If only there was some service that could comb the various news outlets, weed out the useless stuff, then submit the remainder to me for reading.

Oh, wait a minute; that’s me.
Capitalism
I won’t say that capitalism is bad.

It rewards individual enterprise, after all. It also rewards ingenuity, hard work, and the building of long-lasting, beneficial institutions. Unfortunately, capitalism also rewards greed — more handsomely than all those other things put together. I am willing to say that greed is bad.

What’s so bad about greed? Isn’t it just as good at animating the Invisible Hand that Adam Smith assured us would magically guide the economy toward a good result for everyone? No. They made greed a cardinal sin for a very good reason. It kills any positive motivation (enterprise, let’s say) that might exist alongside it and goes straight for the money. It dictates an all-out, all the time, full-on sociopathic pursuit of personal gain. As with all the other cardinal sins, it will lead you to a bad end.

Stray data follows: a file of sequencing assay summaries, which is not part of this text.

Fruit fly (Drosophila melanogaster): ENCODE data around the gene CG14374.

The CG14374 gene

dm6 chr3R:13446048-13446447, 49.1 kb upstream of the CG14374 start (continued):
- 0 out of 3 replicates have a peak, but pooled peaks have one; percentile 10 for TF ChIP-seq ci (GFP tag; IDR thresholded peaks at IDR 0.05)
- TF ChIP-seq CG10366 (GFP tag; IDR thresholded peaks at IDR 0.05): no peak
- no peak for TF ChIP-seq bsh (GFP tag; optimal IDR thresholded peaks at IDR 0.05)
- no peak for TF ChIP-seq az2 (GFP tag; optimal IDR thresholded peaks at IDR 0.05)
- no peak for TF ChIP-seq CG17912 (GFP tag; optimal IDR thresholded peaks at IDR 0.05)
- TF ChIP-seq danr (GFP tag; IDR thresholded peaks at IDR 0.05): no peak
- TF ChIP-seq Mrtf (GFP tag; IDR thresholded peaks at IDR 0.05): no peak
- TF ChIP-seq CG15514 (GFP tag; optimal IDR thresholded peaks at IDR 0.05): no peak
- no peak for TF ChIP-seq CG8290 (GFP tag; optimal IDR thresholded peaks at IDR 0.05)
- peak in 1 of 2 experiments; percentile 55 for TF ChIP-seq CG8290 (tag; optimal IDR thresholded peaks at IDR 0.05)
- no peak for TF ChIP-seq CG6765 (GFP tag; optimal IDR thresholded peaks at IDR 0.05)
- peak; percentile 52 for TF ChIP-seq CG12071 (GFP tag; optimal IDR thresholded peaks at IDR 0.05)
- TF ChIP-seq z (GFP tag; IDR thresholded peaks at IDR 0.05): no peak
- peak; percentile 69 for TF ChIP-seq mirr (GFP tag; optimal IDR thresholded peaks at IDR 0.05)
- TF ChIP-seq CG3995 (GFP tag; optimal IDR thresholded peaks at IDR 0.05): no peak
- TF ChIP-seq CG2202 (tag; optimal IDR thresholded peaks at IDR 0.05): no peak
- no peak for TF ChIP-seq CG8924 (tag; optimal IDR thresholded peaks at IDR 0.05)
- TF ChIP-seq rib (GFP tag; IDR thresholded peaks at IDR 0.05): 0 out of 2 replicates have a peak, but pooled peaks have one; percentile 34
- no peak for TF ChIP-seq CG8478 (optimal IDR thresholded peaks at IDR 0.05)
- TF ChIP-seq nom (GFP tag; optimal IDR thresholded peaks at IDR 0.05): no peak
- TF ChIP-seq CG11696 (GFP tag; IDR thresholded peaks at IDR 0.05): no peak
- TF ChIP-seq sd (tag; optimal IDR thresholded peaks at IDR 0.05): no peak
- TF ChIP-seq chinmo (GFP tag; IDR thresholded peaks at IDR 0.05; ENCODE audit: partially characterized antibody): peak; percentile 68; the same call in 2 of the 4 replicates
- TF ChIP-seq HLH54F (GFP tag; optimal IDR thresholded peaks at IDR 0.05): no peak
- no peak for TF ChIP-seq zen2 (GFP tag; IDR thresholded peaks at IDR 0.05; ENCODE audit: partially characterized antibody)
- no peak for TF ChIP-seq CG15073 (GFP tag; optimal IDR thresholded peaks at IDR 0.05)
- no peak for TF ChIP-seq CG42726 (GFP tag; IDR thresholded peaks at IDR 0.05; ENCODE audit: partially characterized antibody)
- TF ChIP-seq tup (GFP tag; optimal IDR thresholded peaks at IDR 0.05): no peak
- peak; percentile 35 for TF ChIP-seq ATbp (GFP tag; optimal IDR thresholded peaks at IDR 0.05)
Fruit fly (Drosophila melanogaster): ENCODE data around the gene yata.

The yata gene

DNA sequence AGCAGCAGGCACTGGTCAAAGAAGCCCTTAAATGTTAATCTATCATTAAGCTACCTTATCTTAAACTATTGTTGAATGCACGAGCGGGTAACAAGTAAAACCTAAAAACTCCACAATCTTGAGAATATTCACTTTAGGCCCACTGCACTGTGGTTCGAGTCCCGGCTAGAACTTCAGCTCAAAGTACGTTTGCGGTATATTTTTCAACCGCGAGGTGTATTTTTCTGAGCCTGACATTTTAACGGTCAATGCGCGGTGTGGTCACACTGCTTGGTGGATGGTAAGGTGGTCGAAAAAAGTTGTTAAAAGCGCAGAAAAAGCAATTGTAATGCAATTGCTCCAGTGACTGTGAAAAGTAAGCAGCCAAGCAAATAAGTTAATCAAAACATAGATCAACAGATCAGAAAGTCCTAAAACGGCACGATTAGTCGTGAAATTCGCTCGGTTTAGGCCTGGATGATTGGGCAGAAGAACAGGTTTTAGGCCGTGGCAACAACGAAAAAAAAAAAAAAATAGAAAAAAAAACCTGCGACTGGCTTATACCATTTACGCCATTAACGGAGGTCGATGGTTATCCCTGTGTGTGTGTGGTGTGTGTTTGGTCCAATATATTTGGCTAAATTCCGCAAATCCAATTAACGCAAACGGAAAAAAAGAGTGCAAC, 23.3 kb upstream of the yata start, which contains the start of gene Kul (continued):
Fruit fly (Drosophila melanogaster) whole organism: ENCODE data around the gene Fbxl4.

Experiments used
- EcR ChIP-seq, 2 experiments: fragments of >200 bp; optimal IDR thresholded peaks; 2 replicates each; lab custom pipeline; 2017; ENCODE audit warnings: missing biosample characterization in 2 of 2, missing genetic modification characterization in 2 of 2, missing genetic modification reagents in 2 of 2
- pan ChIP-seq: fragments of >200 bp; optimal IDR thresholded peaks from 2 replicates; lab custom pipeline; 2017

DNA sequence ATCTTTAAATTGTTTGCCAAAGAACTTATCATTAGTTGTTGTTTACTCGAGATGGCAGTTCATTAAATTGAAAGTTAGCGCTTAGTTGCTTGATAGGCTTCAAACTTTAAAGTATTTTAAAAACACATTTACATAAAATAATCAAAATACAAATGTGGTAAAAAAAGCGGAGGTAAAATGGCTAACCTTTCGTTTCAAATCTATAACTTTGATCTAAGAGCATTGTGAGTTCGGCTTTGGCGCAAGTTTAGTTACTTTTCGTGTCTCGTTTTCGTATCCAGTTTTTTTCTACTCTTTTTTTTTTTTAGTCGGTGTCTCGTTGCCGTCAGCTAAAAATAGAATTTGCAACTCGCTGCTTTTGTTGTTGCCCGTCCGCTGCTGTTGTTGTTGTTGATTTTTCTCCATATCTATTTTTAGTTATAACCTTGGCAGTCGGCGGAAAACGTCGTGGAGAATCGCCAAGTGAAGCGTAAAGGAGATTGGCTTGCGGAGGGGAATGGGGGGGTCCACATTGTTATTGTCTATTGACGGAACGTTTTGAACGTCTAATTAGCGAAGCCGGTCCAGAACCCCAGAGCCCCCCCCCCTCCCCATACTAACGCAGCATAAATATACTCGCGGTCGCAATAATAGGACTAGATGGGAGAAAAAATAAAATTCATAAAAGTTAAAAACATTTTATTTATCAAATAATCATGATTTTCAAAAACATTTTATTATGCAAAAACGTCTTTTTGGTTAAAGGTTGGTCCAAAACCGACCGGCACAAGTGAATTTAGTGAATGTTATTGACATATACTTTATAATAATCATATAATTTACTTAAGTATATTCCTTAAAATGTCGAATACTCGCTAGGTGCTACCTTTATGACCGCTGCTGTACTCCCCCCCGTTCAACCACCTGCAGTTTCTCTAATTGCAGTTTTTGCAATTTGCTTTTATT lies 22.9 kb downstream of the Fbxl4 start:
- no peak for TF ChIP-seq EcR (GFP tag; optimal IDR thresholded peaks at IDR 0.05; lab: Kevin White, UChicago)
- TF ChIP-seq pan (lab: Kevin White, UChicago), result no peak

And by “bad end,” I don’t mean hell. I mean human suffering, and the more greed there is at play, the more suffering will result. In fact, of all the cardinal sins, including wrath, it has the most potential to do harm. Slavery is a prime example. Slave traders certainly make plenty of money, but they also create a lot of human misery. My guess is that they don't care. That is because the traders’ greed has overcome their human decency. I would also argue that most war — the ugliest, stupidest, most destructive thing we do — has greed at its motivational core.

So capitalism has a problem. It incentivizes the most poisonous of all vices. It sews the seeds of its own undoing, cripples the invisible hand, and in the end will bring all of us down. Adam Smith himself recognized this danger. He warned against cartels and monopolies, which are antithetical to the idea of consumer sovereignty that is central to his theories. And he wasn’t even aware of the monstrous corporate “persons” we live with today.

Still, I won’t say capitalism is bad. Instead, it’s more like an undisciplined child, potentially good, but in need of structure and guidance. That leaves us to decide how to provide that structure. For this job, there are two options: Church or State.

I’m not really crazy about either one, but I’ll have to go with State. Church is just too unreliable. With State, assuming it’s a democracy, we have the promise of our own authority written into law. It’s not an ironclad guarantee, certainly, but it is something tangible we can use to defend ourselves from the ravages of greed and the excesses of capitalism.
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No "new normal" for me, this shit ain't normal.
~ MS, Truckee